The optimal diagnostic approach to neurosarcoidosis should include a multidisciplinary team with physicians, radiologists and pathologists. Corticosteroids are the first-line of treatment, followed by steroid-sparing immunomodulatory agents. There is increasingly more evidence considering anti-TNF-alpha agents as the therapeutic of choice for severe resistant or refractory cases. When clinical deterioration progresses despite intensive immunosuppression treatment, an alternative diagnosis should always be ruled out. New therapeutic approaches are expected in the upcoming years.


  1. Tana C, Wegener S, Borys E, Pambuccian S, Tchernev G, et al. (2015) Challenges in the diagnosis and treatment of neurosarcoidosis. Ann Med 47(7): 576-591.
  2. Hebel R, Dubaniewicz Wybieralska M, Dubaniewicz A (2015) Overview of neurosarcoidosis: recent advances. J Neurol 262(2): 258-267.
  3. Bagnato F, Stern BJ (2015) Neurosarcoidosis: diagnosis, therapy and biomarkers. Expert Rev Neurother 15(5): 533-548.
  4. Fritz D, Voortman M, van de Beek D, Drent M, Brouwer MC (2017) Many faces of neurosarcoidosis: from chronic meningitis to myelopathy. Curr Opin Pulm Med 23(5): 439-446.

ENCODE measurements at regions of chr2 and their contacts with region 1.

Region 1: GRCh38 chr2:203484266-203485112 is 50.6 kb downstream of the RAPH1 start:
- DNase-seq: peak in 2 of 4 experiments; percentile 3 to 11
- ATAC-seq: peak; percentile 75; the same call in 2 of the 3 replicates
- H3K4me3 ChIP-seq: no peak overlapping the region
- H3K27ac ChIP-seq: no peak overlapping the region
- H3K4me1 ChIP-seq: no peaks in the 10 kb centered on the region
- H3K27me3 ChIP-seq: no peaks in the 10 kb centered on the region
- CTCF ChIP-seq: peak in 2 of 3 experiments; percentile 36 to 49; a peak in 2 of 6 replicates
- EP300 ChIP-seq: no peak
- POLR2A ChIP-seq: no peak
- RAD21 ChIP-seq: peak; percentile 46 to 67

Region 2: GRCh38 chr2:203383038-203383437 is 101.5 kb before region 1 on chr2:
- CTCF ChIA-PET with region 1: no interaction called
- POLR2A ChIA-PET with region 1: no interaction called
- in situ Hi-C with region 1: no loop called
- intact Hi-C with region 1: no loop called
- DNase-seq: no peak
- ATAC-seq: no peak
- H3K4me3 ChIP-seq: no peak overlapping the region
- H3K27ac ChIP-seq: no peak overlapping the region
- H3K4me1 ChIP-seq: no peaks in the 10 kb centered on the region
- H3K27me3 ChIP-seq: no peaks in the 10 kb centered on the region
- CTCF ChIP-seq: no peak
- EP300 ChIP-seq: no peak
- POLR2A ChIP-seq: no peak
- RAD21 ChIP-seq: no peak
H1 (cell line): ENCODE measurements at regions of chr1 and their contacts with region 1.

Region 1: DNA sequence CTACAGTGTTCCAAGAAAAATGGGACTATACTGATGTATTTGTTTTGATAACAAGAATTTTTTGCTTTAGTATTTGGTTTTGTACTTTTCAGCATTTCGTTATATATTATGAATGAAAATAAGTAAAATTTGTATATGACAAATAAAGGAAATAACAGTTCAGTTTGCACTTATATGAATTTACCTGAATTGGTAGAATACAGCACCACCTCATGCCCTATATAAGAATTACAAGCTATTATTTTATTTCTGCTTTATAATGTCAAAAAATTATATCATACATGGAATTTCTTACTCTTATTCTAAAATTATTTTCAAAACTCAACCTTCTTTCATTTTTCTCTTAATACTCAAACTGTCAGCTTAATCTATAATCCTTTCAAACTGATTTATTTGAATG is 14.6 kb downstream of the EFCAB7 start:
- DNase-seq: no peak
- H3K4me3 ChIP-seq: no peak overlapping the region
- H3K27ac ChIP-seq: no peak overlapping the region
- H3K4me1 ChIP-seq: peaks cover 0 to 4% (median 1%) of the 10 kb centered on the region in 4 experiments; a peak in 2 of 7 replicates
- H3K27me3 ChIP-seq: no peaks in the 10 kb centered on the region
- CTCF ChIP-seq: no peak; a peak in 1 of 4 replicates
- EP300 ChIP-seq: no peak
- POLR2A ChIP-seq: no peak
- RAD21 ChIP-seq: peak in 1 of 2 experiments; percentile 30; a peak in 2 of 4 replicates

5. Fritz D, van de Beek D, Brouwer MC (2016) Clinical features, treatment and outcome in neurosarcoidosis: systematic review and meta-analysis. BMC Neurol 16(1): 220.
  6. Bathla G, Singh AK, Policeni B, Agarwal A, Case B (2016) Imaging of neurosarcoidosis: common, uncommon, and rare. Clin Radiol 71(1): 96- 106.
  7. Lorentzen AO, veberg L, Midtvedt Ø, Kerty E, Heuser K (2014) Overnight response to infliximab in neurosarcoidosis: a case report and review of infliximab treatment practice. Clin Neuropharmacol 37(5): 142-148.
  8. Cação G, Branco A, Meireles M, Alves JE, Mateus A (2017) Neurosarcoidosis according to Zajicek and Scolding criteria: 15 probable and definite cases, their treatment and outcomes. J Neurol Sci 379(15): 84-88.